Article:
Here are two new tanks with new fittings installed on the dock. I carried them down and installed them under the bunk in stateroom #4. While I was in there, i added a new 3/4″ vent line magically snaked through the engine room and the salon and out the side of the deckhouse.

I didn’t like how the tanks where held in place so I used  “the-old-scraps-of-wood-and-glue-gun” technique for making some patterns and found some nice clear yellow cedar for a support system . ..

and the leather sofa, yes, yes the most comfortable place IN THE WORLD to have a morning coffee, was showing signs of wear and it seemed perilously thin. It would seem like a simple matter but it took a long time to find an upholstery expert up to the task of repairs.  Then all I had to do was shrink wrap a 110% water proof packaging and drive the 5 hours to Victoria from Sonora Island to drop it off.

and the ship’s emergency radio battery bank needed replacement and an ancillary 120VAC charger upgraded . . .

and two new maple cutting boards made for the galley as per chef’s request . . .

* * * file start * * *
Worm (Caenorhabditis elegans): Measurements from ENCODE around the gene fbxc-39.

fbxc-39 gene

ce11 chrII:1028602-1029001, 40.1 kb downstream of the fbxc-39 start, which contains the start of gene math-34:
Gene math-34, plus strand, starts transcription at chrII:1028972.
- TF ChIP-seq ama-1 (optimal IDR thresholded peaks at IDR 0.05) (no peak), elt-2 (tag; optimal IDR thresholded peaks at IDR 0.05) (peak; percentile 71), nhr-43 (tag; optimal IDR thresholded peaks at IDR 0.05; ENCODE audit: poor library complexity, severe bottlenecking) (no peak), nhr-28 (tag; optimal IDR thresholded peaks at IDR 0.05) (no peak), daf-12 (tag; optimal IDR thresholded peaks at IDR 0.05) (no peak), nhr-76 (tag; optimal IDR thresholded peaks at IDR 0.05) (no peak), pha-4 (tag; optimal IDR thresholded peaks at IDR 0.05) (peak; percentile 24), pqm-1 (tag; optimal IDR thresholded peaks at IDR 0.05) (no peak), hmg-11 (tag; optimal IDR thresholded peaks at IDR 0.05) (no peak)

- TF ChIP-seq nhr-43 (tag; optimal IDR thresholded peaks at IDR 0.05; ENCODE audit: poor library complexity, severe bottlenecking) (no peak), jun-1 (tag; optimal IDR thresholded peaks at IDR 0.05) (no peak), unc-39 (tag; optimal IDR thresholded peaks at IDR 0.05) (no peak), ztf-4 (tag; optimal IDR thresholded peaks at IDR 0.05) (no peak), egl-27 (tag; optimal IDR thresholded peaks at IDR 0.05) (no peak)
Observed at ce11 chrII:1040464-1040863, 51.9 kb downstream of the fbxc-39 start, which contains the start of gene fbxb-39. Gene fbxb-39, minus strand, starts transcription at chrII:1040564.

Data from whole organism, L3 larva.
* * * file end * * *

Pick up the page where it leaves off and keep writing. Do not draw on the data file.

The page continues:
and install a new transmission pressure gauge in the wheelhouse in an unused spot on the panel . . .

and add back lighting for all the gauges . . .

and . . . .get the swim grid to Campbell River and borrow a flat deck truck and a helper from  the shipyard and get it to a sand blaster to clean it and then get it to the freight company north of town and ship it to Vancouver and get it re galvanized and get it shipped back to Campbell River and borrow the flat deck truck again and move it back to the boat launching ramp in Campbell River and bring it back to Sonora Island by skiff . . .      

Meanwhile, Luke kept working . . . We decided it would be best if he dissembled the front deck planks so he could make patterns if required as the pieces came off.

Here, the new clear fir starts to go back on. The deterioration of the decking thankfully did not transfer into the deck beams. The “bad” was removed and the solid deck beams were ready to receive new planks. As we still have left over 3 1/2″ silicone bronze #14 screws left over from refastening the hull, we used these to secure the deck planks.   

OH!!! These shots really warm my heart! Look at that BEAUTIFUL new wood that will be securely holding my anchor winch next summer!!! Gawd!!! Luke does nice work! . . . I’d stop by the front deck and gasp, “Luke! I love you!!”   I hope he’s used to having a weird father-in-law by now . . .

and a new clear yellow cedar deck hatch made in his shop and now bolted down.